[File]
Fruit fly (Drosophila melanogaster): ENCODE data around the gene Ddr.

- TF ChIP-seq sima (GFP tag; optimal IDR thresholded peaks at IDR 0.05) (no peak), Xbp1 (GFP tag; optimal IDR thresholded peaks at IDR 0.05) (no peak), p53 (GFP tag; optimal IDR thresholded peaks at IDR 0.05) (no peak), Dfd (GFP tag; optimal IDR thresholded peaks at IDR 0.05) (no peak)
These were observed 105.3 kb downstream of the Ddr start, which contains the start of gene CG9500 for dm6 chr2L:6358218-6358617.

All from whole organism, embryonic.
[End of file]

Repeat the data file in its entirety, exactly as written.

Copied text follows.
Fruit fly (Drosophila melanogaster): ENCODE data around the gene Ddr.

- TF ChIP-seq sima (GFP tag; optimal IDR thresholded peaks at IDR 0.05) (no peak), Xbp1 (GFP tag; optimal IDR thresholded peaks at IDR 0.05) (no peak), p53 (GFP tag; optimal IDR thresholded peaks at IDR 0.05) (no peak), Dfd (GFP tag; optimal IDR thresholded peaks at IDR 0.05) (no peak)
These were observed 105.3 kb downstream of the Ddr start, which contains the start of gene CG9500 for dm6 chr2L:6358218-6358617.

All from whole organism, embryonic.